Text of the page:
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Posted: January 29, 2009
Superflat nanomagnets show new approach for high-density magnetic data storage
(Nanowerk News) In order to achieve higher storage densities on computer disks, the last decades were dominated by optimization of magnetic materials, i.e. the magnetic particles (grains) were gradually shrunk while, at the same time, the magnetic stability (magnetic anisotropy) was increased. Usually, about 100 to 600 grains form one bit, i.e. the nowadays smallest storage unit. Each grain is about 10 nanometers in size. These grains are arranged next to each other on glass substrates that are plated with cobalt, chrome, and platinum. Both the size and amount of the grains necessary for one bit could not be decreased further without decreasing the signal/noise ratio. Weaker signals could even be accompanied by loss of information. Therefore, new concepts of magnetic storage have to be found.
An originally ordered binary alloy (white and red atoms) is disordered by means of focused ion irradiation (visualized as blue spheres in the 3D sketch). The disordered phase is magnetic and hence produces a magnetic field with north and south pole, similar to a bar magnet. The arrangement of north and south pole is used to store the information.
Physicists from the research centre Forschungszentrum Dresden-Rossendorf / FZD (Germany), the Universidad Autonoma de Barcelona (Spain) and further research institutions were able to generate magnetic areas which promise to overcome the obstacles of today’s data storage technology. Using a highly focused ion beam, i.e. fast charged atoms, they irradiated an iron-aluminum alloy in such a way that only the treated zones became ferromagnetic ("Direct Magnetic Patterning due to the Generation of Ferromagnetism by Selective Ion Irradiation of Paramagnetic FeAl Alloys"). As the ion beam is focused to a size of only a few nanometers and the ion dose is rather low, the created nanozones are extremely flat and significantly less than 100 nanometers in diameter.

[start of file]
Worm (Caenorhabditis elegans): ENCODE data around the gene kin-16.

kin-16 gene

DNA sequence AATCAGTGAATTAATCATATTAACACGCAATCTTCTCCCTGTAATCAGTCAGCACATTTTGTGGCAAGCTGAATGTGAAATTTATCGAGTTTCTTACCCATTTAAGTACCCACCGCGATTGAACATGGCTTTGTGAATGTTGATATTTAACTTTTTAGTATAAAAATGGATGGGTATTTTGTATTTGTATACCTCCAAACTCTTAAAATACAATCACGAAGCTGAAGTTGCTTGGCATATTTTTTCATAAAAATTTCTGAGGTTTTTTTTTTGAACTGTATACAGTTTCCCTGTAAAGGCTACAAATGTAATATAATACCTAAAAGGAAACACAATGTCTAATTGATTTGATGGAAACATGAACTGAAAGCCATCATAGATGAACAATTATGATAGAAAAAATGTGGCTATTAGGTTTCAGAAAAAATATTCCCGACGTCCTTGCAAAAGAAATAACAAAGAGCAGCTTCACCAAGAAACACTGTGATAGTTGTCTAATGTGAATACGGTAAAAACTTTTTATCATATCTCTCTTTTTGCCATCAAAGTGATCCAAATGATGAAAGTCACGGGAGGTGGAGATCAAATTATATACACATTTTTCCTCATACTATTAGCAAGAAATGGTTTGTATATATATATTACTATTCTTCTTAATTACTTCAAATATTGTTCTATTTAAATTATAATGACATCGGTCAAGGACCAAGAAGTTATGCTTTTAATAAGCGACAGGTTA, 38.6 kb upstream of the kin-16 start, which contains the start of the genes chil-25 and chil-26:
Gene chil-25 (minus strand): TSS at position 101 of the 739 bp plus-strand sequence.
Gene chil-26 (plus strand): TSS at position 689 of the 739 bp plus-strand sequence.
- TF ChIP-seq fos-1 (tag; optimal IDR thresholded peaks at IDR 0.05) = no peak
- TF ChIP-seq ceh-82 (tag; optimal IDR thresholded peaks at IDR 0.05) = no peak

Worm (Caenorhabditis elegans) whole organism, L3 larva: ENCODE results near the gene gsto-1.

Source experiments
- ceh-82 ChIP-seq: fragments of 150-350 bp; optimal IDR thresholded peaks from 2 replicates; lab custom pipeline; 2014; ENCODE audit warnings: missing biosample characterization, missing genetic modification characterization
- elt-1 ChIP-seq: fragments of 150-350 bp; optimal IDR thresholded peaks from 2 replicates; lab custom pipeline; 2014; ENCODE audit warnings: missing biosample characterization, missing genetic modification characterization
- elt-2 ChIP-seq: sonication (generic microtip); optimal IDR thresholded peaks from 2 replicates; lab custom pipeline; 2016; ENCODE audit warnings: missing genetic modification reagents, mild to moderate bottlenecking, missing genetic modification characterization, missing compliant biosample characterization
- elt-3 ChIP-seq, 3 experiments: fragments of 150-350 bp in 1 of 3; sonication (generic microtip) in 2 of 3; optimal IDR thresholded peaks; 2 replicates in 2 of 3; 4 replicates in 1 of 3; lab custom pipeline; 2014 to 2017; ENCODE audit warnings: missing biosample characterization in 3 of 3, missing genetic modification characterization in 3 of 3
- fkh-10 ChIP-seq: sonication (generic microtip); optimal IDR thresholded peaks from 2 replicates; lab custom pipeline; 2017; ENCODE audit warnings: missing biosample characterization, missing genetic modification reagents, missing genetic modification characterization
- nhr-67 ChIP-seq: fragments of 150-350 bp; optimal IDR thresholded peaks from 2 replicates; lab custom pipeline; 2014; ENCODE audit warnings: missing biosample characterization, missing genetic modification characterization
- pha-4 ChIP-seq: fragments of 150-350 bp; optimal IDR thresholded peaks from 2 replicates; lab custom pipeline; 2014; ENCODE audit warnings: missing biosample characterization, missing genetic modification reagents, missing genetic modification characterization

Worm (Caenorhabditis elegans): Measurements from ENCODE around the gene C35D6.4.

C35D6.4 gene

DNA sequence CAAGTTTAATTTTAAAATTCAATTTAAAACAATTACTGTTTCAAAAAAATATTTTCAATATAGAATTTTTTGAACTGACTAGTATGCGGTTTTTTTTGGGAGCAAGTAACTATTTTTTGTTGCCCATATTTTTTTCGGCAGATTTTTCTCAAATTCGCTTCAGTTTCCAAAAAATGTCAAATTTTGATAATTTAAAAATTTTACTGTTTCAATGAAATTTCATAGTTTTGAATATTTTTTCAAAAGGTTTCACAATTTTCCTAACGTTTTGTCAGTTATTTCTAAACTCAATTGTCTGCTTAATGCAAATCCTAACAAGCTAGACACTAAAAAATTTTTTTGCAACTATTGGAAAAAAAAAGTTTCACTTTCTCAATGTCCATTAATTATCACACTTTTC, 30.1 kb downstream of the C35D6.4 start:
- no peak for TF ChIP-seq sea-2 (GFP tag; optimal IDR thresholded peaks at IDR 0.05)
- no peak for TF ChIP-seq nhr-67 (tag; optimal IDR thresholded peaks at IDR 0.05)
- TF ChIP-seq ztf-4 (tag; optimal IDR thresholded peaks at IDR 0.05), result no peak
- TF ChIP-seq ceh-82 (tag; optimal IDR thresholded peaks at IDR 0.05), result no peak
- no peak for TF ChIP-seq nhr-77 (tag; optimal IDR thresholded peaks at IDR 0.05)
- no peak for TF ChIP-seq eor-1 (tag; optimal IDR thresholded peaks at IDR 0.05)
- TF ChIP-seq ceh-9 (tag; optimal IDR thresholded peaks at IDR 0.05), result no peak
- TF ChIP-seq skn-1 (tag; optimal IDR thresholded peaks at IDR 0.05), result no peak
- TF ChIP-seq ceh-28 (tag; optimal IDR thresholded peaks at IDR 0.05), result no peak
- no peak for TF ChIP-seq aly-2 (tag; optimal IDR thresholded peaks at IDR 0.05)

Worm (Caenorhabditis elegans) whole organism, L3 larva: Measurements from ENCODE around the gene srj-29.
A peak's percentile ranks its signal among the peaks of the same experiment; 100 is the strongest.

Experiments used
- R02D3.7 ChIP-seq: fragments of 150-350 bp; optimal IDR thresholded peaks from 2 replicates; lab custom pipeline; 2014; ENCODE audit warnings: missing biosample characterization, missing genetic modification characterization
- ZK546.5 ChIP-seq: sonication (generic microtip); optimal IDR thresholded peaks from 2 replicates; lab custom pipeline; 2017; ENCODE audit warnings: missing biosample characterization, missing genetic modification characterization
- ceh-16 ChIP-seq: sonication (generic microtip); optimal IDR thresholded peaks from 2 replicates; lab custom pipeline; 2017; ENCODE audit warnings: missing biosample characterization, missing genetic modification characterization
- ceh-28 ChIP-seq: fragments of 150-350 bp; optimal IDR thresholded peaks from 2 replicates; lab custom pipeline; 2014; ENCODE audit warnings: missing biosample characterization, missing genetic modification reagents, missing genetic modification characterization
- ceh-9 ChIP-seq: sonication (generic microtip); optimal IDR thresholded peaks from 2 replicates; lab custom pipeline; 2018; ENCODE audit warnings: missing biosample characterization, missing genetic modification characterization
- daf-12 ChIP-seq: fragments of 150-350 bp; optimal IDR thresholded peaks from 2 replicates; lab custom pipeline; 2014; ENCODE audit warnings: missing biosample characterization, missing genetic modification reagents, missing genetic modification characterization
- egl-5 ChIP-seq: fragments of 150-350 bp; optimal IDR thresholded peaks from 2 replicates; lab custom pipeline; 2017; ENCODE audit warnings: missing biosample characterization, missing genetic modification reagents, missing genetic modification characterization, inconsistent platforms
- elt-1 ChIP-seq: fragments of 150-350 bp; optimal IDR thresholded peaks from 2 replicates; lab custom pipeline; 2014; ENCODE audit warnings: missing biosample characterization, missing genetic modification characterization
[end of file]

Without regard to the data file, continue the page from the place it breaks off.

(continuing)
The read/write heads of personal computer disks fly above the hard disks at a distance of 20 nanometers. Conventional technologies for structuring material surfaces on the nanoscale result in corrugated surfaces. These technologies are not suitable for hard disks because the generated bumpy nanostructures would interfere with the read/write heads and might finally destroy the disk.
The new superflat nanomagnets, however, fulfill all requirements concerning a new concept for magnetic data storage. In the future, each of these nanomagnets could serve as one bit, provided that they could be produced in parallel on large areas via lithographic techniques, and shrunk in size down to about 30 nanometers. “We are now working on the magnetic stability of our nanomagnets. Its increase would be a further step with respect to future industrial exploitation”, says Dr. Jürgen Fassbender, scientist at FZD.